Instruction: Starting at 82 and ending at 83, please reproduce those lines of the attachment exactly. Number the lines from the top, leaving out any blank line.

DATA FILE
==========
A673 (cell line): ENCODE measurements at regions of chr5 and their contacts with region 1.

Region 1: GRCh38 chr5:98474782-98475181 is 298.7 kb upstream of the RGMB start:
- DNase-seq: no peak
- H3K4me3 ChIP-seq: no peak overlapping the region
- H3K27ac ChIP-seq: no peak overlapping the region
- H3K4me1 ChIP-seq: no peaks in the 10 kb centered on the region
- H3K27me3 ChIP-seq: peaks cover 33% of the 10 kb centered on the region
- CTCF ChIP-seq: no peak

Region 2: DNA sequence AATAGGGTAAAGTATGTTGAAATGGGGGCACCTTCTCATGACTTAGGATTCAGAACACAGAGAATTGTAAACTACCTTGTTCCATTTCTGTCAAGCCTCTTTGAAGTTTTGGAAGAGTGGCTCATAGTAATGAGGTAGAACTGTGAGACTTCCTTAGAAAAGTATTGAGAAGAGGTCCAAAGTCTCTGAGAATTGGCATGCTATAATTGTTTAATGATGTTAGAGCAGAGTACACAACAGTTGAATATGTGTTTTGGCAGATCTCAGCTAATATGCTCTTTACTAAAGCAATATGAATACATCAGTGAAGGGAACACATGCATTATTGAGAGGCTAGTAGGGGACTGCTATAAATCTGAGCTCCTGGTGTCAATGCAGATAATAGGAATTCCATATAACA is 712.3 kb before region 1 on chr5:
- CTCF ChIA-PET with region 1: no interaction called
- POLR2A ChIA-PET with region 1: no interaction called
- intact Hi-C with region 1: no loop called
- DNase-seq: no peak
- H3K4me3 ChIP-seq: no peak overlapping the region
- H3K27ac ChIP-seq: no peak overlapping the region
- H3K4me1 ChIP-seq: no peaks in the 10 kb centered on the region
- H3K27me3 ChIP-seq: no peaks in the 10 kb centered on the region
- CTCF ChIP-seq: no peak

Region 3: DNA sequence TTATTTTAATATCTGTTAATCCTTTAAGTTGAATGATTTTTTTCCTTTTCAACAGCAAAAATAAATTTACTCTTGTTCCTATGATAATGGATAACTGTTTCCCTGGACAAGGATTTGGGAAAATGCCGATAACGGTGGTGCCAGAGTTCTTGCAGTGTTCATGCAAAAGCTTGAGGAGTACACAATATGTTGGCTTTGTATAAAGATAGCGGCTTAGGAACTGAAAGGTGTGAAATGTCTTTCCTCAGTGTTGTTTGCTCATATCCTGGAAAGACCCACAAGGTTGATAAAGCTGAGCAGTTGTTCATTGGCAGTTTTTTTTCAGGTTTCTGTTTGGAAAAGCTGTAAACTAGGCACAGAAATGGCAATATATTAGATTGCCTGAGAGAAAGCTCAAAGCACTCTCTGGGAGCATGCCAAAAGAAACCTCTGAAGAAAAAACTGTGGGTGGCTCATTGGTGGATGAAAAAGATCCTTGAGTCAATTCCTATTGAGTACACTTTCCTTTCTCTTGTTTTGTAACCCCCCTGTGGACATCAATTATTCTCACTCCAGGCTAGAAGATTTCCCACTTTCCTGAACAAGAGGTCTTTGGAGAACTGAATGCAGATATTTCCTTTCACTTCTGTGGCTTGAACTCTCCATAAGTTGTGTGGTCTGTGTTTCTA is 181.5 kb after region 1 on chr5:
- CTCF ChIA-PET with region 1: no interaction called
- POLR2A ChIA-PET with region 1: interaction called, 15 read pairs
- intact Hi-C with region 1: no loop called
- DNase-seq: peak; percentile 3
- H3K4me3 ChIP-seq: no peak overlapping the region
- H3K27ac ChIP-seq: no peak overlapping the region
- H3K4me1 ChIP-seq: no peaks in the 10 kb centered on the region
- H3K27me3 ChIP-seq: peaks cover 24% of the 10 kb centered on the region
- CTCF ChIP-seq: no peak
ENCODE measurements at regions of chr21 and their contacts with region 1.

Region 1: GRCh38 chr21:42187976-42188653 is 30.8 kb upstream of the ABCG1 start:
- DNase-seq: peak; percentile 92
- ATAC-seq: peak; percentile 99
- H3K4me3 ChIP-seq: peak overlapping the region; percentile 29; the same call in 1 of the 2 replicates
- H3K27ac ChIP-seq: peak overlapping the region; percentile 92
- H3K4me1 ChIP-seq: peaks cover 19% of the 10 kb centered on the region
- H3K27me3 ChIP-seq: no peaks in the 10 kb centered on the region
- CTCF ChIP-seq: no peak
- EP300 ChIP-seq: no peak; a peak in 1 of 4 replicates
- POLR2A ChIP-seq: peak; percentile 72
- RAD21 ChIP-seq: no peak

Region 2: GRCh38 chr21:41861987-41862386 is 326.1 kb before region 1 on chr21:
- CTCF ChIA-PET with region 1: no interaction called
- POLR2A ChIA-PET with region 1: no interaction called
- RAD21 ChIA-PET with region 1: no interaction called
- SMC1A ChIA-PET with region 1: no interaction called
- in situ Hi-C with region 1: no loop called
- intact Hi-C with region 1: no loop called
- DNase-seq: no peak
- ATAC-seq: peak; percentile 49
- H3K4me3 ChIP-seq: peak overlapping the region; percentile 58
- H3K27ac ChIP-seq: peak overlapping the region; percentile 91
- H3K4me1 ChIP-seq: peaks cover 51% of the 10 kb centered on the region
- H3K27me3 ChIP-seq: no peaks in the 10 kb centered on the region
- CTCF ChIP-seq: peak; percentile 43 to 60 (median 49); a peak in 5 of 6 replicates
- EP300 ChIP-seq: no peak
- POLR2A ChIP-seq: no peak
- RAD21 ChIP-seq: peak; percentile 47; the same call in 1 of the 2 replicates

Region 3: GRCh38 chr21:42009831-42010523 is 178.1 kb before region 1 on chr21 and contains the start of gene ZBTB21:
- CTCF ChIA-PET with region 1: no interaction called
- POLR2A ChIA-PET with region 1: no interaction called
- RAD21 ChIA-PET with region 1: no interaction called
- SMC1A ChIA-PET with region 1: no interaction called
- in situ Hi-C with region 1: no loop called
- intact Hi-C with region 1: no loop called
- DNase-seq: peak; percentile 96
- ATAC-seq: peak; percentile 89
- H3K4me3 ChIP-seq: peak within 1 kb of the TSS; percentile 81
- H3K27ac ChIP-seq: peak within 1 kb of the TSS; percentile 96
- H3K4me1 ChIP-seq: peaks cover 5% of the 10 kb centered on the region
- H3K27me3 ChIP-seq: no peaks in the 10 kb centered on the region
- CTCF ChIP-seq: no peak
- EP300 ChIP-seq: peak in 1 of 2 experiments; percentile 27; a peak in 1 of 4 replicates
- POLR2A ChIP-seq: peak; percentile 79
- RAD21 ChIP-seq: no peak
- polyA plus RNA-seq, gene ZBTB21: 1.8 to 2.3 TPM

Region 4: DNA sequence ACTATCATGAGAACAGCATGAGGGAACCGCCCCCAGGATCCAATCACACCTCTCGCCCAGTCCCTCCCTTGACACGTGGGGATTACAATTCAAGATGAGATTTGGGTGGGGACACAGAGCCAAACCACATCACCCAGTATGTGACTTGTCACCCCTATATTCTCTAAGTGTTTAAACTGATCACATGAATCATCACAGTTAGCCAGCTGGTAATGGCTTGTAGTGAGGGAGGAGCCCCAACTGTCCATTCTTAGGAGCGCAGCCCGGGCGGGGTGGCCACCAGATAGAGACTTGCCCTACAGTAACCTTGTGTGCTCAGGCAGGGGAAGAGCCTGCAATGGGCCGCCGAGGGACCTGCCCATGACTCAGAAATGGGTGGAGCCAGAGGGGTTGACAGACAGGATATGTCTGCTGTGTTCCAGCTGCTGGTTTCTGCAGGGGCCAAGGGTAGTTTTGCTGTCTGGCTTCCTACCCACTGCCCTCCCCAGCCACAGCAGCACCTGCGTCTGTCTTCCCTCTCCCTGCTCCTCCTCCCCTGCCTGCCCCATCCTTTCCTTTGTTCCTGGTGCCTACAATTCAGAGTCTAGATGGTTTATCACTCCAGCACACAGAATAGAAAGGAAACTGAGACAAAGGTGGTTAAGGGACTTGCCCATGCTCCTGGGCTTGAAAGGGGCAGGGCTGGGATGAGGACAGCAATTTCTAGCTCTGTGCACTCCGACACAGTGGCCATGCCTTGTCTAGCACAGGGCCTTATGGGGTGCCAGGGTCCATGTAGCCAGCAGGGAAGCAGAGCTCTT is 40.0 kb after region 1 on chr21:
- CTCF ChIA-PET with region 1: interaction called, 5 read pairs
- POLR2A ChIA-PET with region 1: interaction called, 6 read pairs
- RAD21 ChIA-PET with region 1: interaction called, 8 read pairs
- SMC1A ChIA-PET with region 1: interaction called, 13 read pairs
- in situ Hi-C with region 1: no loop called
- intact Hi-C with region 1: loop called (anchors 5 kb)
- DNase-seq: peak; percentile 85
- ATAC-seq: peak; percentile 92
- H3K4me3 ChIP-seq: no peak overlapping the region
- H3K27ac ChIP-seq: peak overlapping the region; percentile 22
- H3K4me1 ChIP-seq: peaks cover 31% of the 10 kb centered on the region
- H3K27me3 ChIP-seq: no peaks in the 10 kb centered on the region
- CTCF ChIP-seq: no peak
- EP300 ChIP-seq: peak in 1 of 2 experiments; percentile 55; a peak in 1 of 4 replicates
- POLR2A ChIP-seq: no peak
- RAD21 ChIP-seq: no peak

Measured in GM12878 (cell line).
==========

- intact Hi-C with region 1: loop called (anchors 5 kb)
- DNase-seq: peak; percentile 85